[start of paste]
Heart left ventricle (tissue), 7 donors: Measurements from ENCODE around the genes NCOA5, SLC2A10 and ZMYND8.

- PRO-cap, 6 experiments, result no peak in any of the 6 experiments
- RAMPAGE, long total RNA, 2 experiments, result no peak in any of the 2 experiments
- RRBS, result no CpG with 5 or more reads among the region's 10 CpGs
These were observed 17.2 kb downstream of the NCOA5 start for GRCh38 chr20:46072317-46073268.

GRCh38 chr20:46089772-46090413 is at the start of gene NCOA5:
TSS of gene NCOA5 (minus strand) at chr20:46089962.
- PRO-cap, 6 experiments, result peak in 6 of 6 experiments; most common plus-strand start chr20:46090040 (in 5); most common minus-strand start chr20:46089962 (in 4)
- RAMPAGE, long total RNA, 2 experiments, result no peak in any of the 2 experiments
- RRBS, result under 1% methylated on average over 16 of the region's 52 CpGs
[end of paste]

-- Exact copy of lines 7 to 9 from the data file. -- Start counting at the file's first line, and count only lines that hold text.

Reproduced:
TSS of gene NCOA5 (minus strand) at chr20:46089962.
- PRO-cap, 6 experiments, result peak in 6 of 6 experiments; most common plus-strand start chr20:46090040 (in 5); most common minus-strand start chr20:46089962 (in 4)
- RAMPAGE, long total RNA, 2 experiments, result no peak in any of the 2 experiments